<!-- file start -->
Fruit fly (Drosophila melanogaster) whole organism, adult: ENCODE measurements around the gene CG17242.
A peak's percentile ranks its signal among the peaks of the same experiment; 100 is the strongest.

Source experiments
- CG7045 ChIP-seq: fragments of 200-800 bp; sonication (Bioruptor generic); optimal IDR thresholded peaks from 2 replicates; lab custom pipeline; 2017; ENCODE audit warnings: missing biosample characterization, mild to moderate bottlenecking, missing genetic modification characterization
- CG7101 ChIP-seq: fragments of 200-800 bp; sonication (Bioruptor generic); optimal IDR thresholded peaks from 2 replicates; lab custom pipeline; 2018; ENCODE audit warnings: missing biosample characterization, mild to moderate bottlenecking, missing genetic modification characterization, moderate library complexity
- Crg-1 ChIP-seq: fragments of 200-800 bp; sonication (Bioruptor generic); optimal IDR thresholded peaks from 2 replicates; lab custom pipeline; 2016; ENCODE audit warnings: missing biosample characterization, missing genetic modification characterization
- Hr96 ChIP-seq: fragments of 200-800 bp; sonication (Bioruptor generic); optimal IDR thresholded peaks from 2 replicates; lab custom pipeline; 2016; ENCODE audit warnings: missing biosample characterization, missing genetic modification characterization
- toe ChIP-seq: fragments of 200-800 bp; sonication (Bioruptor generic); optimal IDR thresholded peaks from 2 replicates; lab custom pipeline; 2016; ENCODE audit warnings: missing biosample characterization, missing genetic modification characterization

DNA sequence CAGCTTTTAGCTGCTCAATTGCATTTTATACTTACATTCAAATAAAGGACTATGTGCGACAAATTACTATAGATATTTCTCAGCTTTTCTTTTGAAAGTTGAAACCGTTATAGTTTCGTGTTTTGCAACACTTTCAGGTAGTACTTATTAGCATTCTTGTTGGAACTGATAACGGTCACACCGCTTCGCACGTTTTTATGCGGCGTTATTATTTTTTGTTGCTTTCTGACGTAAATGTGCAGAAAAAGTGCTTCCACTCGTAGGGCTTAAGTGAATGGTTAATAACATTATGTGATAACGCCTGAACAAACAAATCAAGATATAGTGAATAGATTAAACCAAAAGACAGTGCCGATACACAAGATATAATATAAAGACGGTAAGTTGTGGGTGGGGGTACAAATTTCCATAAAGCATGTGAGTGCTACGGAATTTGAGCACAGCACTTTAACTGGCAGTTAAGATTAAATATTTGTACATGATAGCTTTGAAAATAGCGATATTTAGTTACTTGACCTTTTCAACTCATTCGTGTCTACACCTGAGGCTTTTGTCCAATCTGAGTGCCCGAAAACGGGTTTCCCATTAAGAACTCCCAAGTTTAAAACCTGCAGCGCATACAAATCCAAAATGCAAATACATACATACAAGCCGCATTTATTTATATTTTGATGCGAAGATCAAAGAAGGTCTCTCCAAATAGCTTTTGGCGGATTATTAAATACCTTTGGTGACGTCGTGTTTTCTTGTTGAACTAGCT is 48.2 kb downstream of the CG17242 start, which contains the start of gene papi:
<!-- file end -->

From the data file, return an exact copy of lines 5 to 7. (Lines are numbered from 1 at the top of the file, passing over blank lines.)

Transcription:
- CG7101 ChIP-seq: fragments of 200-800 bp; sonication (Bioruptor generic); optimal IDR thresholded peaks from 2 replicates; lab custom pipeline; 2018; ENCODE audit warnings: missing biosample characterization, mild to moderate bottlenecking, missing genetic modification characterization, moderate library complexity
- Crg-1 ChIP-seq: fragments of 200-800 bp; sonication (Bioruptor generic); optimal IDR thresholded peaks from 2 replicates; lab custom pipeline; 2016; ENCODE audit warnings: missing biosample characterization, missing genetic modification characterization
- Hr96 ChIP-seq: fragments of 200-800 bp; sonication (Bioruptor generic); optimal IDR thresholded peaks from 2 replicates; lab custom pipeline; 2016; ENCODE audit warnings: missing biosample characterization, missing genetic modification characterization